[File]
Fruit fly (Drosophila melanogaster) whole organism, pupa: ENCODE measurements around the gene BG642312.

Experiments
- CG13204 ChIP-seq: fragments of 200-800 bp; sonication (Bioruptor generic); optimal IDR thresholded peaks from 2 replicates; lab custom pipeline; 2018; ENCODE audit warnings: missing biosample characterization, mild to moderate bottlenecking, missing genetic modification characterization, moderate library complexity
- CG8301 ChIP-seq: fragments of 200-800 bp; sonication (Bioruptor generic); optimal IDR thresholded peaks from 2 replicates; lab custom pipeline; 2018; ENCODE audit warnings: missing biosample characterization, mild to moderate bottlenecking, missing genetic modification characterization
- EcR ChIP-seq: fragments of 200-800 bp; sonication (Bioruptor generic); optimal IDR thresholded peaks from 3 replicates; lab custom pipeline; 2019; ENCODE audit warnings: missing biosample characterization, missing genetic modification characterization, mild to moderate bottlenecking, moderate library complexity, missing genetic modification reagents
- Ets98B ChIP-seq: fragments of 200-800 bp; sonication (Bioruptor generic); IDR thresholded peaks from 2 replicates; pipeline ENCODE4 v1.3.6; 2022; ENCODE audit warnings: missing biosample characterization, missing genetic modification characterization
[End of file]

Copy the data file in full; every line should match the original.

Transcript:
Fruit fly (Drosophila melanogaster) whole organism, pupa: ENCODE measurements around the gene BG642312.

Experiments
- CG13204 ChIP-seq: fragments of 200-800 bp; sonication (Bioruptor generic); optimal IDR thresholded peaks from 2 replicates; lab custom pipeline; 2018; ENCODE audit warnings: missing biosample characterization, mild to moderate bottlenecking, missing genetic modification characterization, moderate library complexity
- CG8301 ChIP-seq: fragments of 200-800 bp; sonication (Bioruptor generic); optimal IDR thresholded peaks from 2 replicates; lab custom pipeline; 2018; ENCODE audit warnings: missing biosample characterization, mild to moderate bottlenecking, missing genetic modification characterization
- EcR ChIP-seq: fragments of 200-800 bp; sonication (Bioruptor generic); optimal IDR thresholded peaks from 3 replicates; lab custom pipeline; 2019; ENCODE audit warnings: missing biosample characterization, missing genetic modification characterization, mild to moderate bottlenecking, moderate library complexity, missing genetic modification reagents
- Ets98B ChIP-seq: fragments of 200-800 bp; sonication (Bioruptor generic); IDR thresholded peaks from 2 replicates; pipeline ENCODE4 v1.3.6; 2022; ENCODE audit warnings: missing biosample characterization, missing genetic modification characterization